Lucy In The Sky review — Spaced out, but compelling anyway

Directed by Noah Hawley |  Written by Hawley, Brian C Brown, and Elliott DiGuiseppi | 124 min | Crave Plus

Given the chance, I’d rather watch an interesting, ambitious failure than some glossy, machine-tooled entertainment, and that’s exactly what you get with Lucy In The Sky — the former, that is.

The film is very loosely inspired by the true story many would’ve heard, about NASA astronaut Lisa Nowak who drove across, like, three states to confront a woman who was another point in a love triangle. She became the first NASA astronaut to ever be arrested. There was that delicious detail no one’s likely to forget, that she wore diapers so she wouldn’t have to stop to pee.

Natalie Portman is Lucy Cola, who we meet in orbit having a celestial, transformative experience. Cue the Jeff Russo score deeply indebted to Hans Zimmer, and later Ellen Burstyn shows up and this all seems too similar to Interstellar for comfort, which is especially funny because later on it shares a lot more in common with an entirely different film, I, Tonya. The joy of this picture, if there is any, is that in its sometimes mixed-up storytelling it doesn’t give much indication of where it’s going. It’s deliciously unpredictable.

Once we settle on the ground (and in an Academy frame — widescreen is saved for scenes in space and later, for Lucy’s cross-country road mission), Lucy In The Sky becomes a compelling character study of a confident, capable woman who, little by little, starts to lose her grip.

This feels like a story worth telling, especially in such a vivid way, especially the parts where it’s clear Lucy’s frustrations are based on having to overcome systemic sexism in the workplace. Director and co-writer Hawley, showrunner on TV series like Legion and Fargo, is a little too pleased with shifting tones like he’s still aping the Coen Brothers, but no one does it like they do. Hell, even they screw it up sometimes.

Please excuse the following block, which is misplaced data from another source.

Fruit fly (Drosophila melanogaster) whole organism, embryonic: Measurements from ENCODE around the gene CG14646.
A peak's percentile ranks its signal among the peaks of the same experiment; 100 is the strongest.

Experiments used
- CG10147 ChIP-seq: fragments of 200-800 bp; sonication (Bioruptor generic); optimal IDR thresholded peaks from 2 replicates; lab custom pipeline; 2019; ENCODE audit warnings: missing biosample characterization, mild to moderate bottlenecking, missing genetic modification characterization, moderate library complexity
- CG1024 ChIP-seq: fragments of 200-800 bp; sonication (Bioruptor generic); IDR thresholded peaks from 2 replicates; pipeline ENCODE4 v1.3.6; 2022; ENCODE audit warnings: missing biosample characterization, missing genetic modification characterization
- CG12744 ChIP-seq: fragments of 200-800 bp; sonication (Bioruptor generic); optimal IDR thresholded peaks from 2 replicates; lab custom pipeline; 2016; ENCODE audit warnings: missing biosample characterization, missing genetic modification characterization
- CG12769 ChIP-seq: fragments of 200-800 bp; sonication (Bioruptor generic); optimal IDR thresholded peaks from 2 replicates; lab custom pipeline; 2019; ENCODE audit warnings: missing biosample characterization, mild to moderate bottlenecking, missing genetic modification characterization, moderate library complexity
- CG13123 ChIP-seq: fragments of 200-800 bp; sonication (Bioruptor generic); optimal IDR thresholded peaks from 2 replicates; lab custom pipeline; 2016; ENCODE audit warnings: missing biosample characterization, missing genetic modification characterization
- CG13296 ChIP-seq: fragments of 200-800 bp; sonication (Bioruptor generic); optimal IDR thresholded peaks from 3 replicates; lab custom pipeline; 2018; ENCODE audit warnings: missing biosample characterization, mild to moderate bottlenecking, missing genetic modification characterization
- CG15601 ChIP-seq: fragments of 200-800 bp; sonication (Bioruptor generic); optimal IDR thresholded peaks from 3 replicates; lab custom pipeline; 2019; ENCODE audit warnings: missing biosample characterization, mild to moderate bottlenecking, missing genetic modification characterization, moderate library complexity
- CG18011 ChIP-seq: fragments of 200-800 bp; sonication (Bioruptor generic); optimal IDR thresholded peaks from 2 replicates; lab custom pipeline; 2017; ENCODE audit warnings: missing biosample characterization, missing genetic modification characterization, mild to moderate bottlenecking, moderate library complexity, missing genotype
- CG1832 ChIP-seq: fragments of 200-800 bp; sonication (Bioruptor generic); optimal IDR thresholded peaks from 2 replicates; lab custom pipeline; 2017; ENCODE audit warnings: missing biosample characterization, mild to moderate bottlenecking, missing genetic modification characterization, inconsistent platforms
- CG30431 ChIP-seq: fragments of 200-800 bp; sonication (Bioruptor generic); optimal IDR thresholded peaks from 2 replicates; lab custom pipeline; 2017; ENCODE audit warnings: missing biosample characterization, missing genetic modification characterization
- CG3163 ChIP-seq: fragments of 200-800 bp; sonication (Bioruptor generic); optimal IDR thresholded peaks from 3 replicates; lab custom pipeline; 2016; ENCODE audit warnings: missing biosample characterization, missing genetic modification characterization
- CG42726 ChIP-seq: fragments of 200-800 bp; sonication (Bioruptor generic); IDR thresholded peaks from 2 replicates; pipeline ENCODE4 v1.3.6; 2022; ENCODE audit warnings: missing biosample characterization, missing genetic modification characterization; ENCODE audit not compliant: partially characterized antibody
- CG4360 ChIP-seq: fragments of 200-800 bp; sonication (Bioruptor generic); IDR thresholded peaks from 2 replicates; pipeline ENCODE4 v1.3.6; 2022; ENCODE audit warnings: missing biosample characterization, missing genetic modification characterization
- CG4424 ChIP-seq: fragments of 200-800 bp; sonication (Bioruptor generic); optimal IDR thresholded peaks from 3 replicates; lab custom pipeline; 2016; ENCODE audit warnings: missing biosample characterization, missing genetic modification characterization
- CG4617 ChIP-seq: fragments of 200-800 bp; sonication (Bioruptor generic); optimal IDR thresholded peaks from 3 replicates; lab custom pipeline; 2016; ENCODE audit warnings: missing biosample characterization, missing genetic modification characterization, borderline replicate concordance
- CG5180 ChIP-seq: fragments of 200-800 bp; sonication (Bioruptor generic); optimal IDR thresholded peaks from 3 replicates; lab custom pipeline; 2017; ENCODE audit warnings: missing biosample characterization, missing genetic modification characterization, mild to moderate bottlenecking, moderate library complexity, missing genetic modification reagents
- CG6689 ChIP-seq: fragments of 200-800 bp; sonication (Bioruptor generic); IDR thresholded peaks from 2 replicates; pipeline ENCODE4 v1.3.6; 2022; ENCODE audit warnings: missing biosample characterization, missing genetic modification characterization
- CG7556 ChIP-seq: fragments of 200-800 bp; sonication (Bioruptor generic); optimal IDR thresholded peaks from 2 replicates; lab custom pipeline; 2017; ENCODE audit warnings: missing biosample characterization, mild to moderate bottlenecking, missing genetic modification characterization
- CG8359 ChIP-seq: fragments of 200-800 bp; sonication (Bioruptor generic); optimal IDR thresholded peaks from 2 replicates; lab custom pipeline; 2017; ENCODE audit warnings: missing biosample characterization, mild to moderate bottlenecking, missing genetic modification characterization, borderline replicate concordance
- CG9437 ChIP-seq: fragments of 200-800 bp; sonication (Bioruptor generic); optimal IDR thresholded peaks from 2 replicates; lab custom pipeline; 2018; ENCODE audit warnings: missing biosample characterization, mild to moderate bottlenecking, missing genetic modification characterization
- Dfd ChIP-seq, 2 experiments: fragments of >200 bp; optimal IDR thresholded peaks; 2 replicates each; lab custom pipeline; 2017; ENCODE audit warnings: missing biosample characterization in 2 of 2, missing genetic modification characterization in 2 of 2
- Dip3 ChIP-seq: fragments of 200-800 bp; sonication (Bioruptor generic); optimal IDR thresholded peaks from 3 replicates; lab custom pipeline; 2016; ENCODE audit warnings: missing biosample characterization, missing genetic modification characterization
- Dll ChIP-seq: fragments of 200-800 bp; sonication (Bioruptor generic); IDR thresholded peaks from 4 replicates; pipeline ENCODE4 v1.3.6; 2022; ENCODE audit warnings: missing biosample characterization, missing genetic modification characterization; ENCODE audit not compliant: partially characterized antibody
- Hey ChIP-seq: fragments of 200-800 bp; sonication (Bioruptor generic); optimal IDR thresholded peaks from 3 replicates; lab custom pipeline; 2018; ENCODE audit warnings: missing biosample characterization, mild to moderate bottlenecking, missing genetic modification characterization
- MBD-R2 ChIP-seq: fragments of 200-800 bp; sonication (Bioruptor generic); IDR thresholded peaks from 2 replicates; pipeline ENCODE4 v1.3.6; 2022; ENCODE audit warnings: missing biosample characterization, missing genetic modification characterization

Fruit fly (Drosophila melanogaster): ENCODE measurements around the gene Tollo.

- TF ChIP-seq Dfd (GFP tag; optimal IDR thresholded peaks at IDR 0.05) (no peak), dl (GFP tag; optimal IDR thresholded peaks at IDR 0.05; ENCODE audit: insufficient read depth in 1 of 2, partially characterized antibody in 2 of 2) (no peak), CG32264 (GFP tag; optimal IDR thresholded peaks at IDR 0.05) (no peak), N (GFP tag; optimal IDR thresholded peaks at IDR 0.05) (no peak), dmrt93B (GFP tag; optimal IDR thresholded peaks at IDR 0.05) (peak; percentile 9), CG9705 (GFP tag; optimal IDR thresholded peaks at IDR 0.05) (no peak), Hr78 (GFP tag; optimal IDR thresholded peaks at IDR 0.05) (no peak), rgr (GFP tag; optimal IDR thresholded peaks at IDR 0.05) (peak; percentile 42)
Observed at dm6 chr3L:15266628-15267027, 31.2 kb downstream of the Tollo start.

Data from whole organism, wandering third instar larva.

What Hawley does well is adding some little dazzling psychedelia into the visual approach. A swirling production design a big part of the film’s appeal.

And so is Portman, who’s never less than interesting on screen. Here she’s channeling a Tom Cruise-level of ambitious mojo, where her ferocious drive to go back into space is all consuming, to recapture that moment of wonder for having seen the entirely of creation. But she also channels a lot of frustration when faced with the mundanity of life on earth — her less-than-exciting marriage to PR guy Drew (the chameleonic Dan Stevens, here twitching behind a terrible moustache like a real life Ned Flanders), taking care of her foul-mouthed grandmother (Burstyn), and her creatively named niece, Blue Iris (Pearl Amanda Dickson), abandoned by her father. It’s the film’s second act where it’s at its best, sharing Lucy’s shifting perceptions and uncertainties.

There’s no doubt the film has sympathy for Lucy, but it also isn’t above mining a few laughs from her fracturing mental state. It also seems to be on her side when it comes to the problem of manipulative, deceitful men — like  gaslighter and potential love interest, fellow astronaut Mark (Jon Hamm, terrific) — but how much is it criticizing Lucy for the way she treats Blue Iris? The film stokes a certain amount of righteous anger, but doesn’t go nearly dark enough when it has the opportunity. And the way it leaves Lucy, her final disposition, feels a little trite, but then we’re never entirely sure whether to take it seriously.

And therein lies its central problem — it’s unclear what the film wants to say through its kaleidoscope eyes. But I can’t deny, taken as a whole, there’s actually a lot to enjoy in its peculiar vision.

About the author


Carsten Knox is a massive, cheese-eating nerd. In the day he works as a journalist in Halifax, Nova Scotia. At night he stares out at the rain-slick streets, watches movies, and writes about what he's seeing.